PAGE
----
So many questions like these come to mind and there are no easy answers. As time passes the world changes and we have to figure out some of these answers as things change. 150 years ago we didn’t have Sikhs spread so far around the world or airplanes to travel. Just as the digital age brought Gurbani online in the internet form, we have had to figure out things along the way of what is respectful and proper. This will continue and we will have to figure out the answers along the way.
The issue with the current "system" is that it limits the accessibility of the Siri Guru Granth Sahib. If I can only get the Guru in India, then how am I supposed to bring it back? In what way? If I printed copies of the Siri Guru Granth what would be right ways to do so? Does it have to be printed in a special facility? Does it have to be printed by Sikhs? One could potentially take this process to quite extremes, all the way to where tree for the paper comes from. I’m all for respect for the Guru, but many of these questions come into my mind in the search for a balanced approach. I don’t have the answer, but I do feel that the Guru should not be limited to certain locations and people. Every humble Gursikh who would like to have a small Gurdwara in their home should be able to.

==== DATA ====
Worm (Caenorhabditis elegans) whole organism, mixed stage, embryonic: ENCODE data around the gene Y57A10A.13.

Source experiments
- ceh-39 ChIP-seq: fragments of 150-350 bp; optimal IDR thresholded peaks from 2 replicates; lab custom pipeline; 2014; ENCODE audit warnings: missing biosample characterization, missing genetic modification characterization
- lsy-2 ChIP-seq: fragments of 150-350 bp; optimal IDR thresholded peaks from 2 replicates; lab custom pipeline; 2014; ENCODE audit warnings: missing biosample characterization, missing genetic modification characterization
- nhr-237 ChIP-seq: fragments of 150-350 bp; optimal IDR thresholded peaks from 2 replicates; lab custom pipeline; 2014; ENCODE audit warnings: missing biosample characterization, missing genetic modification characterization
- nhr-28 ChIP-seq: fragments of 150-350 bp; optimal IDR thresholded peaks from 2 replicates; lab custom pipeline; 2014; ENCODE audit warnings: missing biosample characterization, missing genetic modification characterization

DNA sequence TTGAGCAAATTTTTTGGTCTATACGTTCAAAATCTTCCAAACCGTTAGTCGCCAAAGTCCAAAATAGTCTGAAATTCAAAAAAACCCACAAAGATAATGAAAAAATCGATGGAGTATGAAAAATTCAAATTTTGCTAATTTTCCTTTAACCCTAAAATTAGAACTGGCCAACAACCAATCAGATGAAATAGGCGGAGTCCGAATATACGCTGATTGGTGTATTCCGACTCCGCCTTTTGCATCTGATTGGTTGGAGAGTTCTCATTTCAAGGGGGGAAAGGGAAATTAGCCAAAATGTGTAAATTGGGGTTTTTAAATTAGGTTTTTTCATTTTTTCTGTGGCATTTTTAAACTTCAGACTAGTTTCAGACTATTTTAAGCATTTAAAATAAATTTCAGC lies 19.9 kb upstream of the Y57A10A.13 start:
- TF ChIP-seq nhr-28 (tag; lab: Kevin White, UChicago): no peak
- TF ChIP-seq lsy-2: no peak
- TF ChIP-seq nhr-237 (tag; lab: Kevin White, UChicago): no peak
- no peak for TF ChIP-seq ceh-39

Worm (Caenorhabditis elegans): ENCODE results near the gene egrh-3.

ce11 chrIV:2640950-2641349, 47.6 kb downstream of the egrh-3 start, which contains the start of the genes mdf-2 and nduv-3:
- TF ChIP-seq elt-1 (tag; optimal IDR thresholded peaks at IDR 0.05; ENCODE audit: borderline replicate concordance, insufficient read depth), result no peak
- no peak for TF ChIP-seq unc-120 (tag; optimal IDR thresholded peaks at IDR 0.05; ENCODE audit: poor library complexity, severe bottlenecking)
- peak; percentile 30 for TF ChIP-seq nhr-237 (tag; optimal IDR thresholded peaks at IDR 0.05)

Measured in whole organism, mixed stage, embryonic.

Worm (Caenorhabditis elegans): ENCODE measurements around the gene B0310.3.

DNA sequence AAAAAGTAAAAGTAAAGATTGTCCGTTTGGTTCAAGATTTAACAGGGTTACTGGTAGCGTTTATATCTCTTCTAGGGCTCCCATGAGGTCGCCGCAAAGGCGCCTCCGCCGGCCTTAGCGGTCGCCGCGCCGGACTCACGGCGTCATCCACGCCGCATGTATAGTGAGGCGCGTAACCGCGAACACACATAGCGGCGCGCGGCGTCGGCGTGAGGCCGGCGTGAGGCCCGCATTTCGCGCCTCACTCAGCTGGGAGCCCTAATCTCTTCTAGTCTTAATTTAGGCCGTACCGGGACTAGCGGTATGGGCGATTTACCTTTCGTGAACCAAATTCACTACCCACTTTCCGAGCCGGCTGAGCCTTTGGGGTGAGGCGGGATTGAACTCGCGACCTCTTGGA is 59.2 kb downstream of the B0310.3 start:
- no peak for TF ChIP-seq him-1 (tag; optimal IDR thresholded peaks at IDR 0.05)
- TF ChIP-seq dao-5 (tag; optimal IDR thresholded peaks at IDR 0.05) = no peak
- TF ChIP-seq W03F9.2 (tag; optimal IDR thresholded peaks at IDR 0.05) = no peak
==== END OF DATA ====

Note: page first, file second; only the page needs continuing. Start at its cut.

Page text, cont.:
The last time I was in Amritsar I was able to see some extremely old hand written Siri Guru Granth Sahibs in one of the buildings around the Golden Temple. There must have been over fifty or more of them, and they were stored in makeshift cabinets, wrapped up in cloth/ramalla. In general I have seen many places where the granth is brought in the Gurdwara in prakash, that that is sort of the "initiation" of the Guru in a whole different way then when it was stored elsewhere. There is a certain preferential treatment to the specific Guru that is in prakash in the Gurdwara. At what point does it become the "Guru" that we all bow down to? As soon as the last page was bound when it was printed? When it is the "chosen" one and brought out in the Gurdwara? Also, what makes a five volume set of the Siri Guru Granth that is kept together different than a single volume? They are definitely treated differently (at least in terms of the printing/transporting).